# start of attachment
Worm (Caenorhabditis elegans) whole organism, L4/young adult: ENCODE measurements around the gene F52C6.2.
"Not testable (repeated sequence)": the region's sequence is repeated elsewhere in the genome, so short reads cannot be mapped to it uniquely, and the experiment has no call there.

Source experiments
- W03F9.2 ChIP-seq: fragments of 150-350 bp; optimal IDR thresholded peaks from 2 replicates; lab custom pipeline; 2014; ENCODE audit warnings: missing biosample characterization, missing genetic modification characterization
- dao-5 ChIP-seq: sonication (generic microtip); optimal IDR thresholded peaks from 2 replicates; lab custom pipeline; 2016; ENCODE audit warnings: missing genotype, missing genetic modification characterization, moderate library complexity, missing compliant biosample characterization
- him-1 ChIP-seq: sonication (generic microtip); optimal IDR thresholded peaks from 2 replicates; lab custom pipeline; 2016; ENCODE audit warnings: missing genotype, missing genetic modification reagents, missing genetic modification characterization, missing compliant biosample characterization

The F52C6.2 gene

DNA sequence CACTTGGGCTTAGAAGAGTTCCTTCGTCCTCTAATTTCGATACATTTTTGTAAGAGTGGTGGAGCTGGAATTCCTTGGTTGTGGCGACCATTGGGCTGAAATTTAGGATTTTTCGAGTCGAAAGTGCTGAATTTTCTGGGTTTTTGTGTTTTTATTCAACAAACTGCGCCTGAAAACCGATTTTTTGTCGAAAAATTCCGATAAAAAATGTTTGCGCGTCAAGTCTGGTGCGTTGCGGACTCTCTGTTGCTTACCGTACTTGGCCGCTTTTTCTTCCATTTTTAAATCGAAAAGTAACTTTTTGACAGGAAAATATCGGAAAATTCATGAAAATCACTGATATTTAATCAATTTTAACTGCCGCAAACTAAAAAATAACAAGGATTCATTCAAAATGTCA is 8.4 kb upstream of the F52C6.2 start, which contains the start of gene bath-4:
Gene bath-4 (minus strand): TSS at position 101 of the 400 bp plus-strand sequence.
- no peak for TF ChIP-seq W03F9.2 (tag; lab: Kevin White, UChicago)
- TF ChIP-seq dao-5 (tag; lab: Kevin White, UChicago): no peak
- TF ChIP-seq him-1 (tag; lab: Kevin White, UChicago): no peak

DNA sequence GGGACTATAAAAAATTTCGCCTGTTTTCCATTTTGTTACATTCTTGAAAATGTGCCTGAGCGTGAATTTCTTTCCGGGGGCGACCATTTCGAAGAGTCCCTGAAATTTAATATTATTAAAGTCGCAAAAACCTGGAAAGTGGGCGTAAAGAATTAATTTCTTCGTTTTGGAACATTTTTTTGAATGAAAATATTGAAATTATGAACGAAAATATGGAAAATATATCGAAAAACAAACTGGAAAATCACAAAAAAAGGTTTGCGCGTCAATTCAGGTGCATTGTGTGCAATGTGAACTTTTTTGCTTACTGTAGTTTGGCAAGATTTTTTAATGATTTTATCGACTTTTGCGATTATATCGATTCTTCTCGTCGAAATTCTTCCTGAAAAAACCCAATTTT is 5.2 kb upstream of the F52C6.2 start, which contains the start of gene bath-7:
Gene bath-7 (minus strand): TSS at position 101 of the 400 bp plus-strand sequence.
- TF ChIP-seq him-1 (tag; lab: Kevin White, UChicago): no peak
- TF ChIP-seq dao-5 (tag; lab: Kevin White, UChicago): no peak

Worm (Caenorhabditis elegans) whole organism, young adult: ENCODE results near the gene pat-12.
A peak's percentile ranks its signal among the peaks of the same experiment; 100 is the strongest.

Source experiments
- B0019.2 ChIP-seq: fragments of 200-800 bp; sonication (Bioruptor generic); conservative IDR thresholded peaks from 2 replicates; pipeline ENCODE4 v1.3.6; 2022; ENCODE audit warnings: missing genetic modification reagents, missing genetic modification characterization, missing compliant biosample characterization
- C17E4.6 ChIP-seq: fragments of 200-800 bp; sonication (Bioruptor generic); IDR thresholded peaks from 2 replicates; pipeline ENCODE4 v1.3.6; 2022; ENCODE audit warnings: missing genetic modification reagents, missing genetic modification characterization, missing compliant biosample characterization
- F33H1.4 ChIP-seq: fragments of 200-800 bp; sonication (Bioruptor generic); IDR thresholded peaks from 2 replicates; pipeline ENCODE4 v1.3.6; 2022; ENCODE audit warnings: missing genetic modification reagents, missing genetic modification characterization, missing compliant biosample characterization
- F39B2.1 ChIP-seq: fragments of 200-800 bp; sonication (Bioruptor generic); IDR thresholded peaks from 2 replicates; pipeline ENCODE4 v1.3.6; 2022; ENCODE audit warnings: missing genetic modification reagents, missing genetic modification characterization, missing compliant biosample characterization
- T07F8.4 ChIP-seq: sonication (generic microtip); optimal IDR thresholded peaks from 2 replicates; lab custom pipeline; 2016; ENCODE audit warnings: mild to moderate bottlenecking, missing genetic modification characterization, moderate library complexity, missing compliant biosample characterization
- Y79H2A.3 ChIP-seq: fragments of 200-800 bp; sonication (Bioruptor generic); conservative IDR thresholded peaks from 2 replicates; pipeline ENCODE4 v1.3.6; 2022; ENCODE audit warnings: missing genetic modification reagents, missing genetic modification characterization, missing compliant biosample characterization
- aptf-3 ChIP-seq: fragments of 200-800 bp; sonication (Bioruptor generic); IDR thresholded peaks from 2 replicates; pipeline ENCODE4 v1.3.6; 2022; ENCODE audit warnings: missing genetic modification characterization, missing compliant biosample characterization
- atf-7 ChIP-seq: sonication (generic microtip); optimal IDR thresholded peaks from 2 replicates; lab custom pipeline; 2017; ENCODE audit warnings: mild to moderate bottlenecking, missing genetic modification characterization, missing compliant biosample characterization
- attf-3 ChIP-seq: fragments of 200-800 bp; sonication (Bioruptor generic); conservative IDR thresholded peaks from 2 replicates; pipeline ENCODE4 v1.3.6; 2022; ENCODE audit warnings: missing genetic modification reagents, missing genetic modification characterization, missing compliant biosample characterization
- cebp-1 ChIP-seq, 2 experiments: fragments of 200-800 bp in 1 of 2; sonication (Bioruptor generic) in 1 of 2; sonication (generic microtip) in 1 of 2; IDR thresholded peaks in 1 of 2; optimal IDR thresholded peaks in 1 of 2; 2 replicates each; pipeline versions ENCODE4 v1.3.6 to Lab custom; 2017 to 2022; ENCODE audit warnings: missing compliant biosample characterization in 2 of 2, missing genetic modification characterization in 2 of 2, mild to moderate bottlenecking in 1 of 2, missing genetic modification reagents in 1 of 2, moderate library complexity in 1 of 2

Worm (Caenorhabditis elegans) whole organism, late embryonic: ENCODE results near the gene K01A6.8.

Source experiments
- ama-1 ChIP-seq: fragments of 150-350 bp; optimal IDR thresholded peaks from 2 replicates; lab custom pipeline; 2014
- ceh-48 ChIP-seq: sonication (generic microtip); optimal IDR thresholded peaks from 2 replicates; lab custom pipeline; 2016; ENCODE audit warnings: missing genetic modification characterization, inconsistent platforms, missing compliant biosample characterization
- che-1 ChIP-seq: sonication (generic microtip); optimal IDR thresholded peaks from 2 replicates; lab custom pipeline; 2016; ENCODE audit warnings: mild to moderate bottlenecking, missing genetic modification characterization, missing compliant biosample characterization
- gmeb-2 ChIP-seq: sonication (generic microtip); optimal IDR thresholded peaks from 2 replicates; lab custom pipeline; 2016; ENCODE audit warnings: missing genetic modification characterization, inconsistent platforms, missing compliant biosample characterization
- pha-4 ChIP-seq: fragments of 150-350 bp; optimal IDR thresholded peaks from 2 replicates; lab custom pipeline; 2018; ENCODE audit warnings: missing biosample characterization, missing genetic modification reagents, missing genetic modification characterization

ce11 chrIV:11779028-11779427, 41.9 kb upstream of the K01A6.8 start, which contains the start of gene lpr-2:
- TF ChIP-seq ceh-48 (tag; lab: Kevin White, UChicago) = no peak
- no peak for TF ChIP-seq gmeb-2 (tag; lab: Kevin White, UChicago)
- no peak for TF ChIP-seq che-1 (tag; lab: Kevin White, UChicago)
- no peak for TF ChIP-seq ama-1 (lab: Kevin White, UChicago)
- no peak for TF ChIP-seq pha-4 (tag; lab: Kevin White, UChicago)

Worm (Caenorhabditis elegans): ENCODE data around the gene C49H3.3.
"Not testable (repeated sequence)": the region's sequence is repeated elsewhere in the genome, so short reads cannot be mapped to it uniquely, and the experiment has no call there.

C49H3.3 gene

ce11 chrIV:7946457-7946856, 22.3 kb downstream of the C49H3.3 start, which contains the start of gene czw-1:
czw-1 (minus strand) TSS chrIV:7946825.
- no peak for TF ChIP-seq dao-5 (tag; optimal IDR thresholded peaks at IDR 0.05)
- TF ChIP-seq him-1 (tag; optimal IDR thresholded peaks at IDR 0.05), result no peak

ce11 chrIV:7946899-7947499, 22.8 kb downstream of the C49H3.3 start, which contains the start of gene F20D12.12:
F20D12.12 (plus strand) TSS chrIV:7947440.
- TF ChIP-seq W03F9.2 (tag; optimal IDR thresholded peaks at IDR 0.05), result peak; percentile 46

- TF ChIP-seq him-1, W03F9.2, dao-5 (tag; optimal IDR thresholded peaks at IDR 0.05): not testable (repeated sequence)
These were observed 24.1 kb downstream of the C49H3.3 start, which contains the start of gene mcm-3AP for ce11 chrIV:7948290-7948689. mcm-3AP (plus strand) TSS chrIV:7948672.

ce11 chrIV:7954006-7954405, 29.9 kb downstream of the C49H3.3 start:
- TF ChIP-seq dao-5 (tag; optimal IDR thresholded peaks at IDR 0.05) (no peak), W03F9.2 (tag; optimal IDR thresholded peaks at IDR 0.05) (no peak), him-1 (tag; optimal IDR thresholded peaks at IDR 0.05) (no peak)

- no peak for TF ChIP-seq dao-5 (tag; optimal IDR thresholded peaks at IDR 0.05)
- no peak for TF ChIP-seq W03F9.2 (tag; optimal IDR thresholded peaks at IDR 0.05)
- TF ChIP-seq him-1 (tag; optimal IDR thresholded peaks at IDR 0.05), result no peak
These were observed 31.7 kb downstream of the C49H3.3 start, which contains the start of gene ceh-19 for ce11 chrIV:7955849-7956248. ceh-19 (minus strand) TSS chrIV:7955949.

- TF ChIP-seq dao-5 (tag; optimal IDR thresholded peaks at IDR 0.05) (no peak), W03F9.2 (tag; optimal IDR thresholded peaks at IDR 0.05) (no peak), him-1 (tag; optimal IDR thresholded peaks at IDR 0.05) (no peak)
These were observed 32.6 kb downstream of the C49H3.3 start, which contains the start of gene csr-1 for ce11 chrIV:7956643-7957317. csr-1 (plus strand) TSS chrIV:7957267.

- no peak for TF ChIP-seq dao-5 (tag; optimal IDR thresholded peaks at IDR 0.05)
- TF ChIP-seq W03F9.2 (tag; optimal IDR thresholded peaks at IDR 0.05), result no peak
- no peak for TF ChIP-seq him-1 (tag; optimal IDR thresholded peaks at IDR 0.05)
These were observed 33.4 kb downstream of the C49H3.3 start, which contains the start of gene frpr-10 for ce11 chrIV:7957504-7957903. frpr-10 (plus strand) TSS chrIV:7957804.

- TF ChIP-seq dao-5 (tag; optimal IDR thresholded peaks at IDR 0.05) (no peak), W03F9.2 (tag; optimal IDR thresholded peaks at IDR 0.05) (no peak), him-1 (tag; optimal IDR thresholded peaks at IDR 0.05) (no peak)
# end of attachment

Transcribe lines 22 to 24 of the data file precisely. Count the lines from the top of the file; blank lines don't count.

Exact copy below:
- F33H1.4 ChIP-seq: fragments of 200-800 bp; sonication (Bioruptor generic); IDR thresholded peaks from 2 replicates; pipeline ENCODE4 v1.3.6; 2022; ENCODE audit warnings: missing genetic modification reagents, missing genetic modification characterization, missing compliant biosample characterization
- F39B2.1 ChIP-seq: fragments of 200-800 bp; sonication (Bioruptor generic); IDR thresholded peaks from 2 replicates; pipeline ENCODE4 v1.3.6; 2022; ENCODE audit warnings: missing genetic modification reagents, missing genetic modification characterization, missing compliant biosample characterization
- T07F8.4 ChIP-seq: sonication (generic microtip); optimal IDR thresholded peaks from 2 replicates; lab custom pipeline; 2016; ENCODE audit warnings: mild to moderate bottlenecking, missing genetic modification characterization, moderate library complexity, missing compliant biosample characterization